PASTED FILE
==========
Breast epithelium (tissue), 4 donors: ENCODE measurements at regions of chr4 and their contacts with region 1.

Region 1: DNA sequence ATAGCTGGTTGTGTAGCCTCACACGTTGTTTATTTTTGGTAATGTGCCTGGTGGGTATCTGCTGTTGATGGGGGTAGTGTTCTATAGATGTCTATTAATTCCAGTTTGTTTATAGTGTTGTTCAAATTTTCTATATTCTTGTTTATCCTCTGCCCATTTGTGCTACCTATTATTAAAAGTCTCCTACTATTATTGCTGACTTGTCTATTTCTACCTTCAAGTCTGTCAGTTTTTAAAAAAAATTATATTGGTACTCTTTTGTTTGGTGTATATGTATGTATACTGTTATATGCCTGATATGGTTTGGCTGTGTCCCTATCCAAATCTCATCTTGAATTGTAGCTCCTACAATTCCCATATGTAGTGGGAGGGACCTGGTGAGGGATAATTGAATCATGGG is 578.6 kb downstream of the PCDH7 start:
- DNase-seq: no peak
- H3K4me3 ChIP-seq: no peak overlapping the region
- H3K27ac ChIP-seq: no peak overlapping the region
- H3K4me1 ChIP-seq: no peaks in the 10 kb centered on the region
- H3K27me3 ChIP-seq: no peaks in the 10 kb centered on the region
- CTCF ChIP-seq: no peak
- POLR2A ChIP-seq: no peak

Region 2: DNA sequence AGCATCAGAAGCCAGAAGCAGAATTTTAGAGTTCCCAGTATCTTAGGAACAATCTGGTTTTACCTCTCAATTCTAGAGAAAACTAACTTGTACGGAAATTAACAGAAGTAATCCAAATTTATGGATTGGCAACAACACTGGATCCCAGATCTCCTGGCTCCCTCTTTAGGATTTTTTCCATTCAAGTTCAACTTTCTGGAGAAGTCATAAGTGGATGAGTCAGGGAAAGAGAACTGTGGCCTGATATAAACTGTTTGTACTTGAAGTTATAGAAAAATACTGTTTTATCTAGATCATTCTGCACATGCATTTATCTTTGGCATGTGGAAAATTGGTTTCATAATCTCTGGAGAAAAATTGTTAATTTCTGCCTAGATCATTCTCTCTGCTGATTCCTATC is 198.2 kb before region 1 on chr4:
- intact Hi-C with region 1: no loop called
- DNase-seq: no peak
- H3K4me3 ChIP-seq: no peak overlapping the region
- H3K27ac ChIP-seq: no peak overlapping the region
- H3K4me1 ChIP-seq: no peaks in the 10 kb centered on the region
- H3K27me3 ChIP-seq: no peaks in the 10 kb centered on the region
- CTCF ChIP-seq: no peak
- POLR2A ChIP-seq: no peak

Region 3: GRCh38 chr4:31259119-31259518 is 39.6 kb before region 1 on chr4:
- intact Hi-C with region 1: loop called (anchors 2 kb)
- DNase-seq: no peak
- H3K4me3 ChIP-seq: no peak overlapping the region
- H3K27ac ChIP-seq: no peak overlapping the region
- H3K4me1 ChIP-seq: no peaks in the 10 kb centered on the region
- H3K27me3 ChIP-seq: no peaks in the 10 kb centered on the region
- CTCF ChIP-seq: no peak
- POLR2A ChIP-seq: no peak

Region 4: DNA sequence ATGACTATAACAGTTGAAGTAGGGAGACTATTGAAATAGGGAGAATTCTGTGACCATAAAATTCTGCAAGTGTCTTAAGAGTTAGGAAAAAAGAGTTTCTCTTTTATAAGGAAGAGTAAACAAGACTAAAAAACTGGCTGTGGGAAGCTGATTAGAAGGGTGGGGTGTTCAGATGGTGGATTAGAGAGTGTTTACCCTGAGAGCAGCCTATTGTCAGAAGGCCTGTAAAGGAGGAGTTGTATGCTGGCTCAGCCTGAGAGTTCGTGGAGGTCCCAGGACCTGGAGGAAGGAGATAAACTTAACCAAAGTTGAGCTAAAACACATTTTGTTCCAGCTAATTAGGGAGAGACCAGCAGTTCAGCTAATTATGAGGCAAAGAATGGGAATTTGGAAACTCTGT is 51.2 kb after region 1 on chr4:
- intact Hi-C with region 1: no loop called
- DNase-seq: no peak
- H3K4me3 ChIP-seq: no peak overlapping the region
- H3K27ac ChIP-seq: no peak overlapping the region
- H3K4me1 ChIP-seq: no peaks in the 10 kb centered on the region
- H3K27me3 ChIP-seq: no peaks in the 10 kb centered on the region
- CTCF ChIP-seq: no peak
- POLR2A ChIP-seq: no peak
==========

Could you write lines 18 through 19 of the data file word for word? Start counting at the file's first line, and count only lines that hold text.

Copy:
- POLR2A ChIP-seq: no peak

Region 3: GRCh38 chr4:31259119-31259518 is 39.6 kb before region 1 on chr4: